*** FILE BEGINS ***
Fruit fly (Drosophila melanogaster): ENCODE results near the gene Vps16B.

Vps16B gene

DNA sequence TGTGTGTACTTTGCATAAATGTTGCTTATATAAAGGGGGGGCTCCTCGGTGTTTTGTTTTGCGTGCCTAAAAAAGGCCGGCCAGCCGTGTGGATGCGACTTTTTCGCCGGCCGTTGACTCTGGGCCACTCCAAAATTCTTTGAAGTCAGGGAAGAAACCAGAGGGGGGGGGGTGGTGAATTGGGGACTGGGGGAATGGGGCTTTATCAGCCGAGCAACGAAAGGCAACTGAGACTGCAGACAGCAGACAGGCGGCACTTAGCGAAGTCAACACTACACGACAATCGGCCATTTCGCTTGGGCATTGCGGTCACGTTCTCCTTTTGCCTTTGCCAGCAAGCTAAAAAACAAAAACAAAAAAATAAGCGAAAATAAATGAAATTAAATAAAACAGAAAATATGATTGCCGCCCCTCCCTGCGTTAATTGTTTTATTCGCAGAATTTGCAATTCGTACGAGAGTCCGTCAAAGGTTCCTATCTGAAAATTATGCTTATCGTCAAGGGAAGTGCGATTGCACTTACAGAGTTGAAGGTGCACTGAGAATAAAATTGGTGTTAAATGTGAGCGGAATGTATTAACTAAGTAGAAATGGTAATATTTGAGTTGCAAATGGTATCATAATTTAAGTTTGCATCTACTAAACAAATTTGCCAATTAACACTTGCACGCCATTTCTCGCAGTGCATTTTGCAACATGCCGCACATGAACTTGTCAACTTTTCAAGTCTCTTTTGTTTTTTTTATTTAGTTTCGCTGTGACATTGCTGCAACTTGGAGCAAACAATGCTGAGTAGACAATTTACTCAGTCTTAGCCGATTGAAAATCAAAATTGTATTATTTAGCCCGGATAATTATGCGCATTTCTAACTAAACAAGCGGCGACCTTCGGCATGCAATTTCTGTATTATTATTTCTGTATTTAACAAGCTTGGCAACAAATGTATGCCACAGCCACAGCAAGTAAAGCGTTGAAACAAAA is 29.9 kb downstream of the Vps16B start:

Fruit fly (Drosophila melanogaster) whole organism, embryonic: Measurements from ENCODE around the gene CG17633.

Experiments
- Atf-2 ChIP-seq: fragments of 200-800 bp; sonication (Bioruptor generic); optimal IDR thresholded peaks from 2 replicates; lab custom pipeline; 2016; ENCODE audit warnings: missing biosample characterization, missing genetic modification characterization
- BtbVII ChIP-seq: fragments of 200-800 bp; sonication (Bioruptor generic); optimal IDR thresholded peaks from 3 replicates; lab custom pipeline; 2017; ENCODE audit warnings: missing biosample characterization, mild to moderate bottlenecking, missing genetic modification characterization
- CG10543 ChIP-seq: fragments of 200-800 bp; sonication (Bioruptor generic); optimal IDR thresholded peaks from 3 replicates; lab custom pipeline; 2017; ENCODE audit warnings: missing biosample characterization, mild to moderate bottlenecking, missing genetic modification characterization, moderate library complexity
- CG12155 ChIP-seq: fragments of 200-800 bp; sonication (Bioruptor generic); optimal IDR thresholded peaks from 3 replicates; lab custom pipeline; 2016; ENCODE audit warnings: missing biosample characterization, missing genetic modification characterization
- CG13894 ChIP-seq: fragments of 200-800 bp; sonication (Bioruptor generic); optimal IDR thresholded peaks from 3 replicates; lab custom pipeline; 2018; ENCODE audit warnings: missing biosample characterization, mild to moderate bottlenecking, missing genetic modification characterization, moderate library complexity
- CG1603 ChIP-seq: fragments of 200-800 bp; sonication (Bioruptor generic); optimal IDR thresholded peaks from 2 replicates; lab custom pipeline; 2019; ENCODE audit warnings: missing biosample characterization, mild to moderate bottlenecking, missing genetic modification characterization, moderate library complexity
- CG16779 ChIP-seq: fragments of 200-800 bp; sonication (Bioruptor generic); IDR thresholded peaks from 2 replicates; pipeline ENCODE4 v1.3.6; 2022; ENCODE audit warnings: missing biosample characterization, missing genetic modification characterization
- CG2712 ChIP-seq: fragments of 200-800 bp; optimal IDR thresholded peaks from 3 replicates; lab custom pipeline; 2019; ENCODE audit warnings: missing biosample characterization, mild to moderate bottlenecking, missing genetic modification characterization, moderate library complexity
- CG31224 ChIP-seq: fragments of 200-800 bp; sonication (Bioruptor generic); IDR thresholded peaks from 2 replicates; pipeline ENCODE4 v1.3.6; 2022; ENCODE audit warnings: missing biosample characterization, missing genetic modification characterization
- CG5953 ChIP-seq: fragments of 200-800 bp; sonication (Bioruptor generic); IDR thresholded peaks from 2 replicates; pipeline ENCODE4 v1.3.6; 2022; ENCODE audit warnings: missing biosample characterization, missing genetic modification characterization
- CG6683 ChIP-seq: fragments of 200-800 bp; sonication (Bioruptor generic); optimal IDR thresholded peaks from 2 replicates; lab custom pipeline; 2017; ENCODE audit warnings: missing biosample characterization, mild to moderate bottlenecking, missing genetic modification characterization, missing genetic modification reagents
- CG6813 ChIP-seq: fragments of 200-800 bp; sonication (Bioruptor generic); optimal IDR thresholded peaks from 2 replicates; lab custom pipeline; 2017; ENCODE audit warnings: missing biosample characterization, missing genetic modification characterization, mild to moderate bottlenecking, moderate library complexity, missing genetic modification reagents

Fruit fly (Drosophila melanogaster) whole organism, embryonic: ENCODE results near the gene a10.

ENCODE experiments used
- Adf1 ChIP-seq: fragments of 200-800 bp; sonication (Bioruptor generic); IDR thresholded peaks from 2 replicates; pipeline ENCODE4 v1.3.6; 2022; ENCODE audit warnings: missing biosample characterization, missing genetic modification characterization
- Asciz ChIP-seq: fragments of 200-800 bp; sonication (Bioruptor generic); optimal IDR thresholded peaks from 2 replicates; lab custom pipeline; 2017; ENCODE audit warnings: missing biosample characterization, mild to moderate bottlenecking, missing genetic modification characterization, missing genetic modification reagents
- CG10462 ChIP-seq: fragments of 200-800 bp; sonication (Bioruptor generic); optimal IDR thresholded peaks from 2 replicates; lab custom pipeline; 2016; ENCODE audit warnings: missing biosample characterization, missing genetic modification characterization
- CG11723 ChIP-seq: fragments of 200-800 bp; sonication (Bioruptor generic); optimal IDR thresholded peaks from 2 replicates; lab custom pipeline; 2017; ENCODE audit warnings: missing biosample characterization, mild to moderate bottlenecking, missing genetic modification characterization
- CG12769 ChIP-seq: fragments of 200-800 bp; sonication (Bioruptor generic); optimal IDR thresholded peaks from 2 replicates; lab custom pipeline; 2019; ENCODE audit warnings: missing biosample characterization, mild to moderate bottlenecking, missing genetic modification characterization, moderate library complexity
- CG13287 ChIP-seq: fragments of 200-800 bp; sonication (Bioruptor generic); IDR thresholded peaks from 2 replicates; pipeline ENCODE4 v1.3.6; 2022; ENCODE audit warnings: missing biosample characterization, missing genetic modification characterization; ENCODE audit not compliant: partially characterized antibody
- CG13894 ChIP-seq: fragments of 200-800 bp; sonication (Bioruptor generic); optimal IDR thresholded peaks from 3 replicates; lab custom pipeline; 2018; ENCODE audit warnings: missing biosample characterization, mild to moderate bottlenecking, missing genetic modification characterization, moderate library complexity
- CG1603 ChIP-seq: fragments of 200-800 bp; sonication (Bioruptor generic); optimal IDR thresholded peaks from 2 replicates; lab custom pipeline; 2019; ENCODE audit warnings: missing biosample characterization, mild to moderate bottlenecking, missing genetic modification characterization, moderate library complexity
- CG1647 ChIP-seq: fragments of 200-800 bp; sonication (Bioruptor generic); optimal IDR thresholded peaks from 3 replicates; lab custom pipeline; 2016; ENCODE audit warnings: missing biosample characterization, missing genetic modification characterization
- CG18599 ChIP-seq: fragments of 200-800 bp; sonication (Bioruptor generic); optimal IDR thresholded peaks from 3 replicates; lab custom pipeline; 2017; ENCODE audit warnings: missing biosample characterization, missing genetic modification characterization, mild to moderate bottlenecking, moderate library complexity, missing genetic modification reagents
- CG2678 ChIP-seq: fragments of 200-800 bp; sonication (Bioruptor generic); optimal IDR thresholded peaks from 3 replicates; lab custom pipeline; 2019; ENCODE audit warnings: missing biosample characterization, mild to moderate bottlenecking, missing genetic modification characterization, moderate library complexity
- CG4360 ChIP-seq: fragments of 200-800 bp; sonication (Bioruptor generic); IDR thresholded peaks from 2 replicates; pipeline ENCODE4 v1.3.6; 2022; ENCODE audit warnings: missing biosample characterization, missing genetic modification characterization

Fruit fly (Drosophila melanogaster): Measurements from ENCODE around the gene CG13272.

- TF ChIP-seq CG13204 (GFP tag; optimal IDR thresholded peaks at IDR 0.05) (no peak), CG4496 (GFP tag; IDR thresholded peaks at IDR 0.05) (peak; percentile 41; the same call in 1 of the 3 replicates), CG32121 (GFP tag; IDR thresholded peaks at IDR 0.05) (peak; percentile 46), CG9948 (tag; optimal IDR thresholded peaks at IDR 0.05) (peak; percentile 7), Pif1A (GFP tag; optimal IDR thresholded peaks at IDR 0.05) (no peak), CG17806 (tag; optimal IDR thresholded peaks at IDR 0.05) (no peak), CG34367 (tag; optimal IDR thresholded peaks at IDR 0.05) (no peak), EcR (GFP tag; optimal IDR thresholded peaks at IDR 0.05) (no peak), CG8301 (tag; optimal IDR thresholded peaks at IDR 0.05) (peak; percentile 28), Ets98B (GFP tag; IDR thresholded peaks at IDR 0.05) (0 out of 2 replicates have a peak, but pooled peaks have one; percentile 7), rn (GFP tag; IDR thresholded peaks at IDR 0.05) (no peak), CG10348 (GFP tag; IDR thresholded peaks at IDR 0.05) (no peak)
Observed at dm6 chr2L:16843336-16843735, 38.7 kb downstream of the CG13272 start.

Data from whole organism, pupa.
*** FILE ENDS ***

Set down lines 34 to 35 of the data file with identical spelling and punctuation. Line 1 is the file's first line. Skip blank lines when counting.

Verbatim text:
Observed at dm6 chr2L:16843336-16843735, 38.7 kb downstream of the CG13272 start.

Data from whole organism, pupa.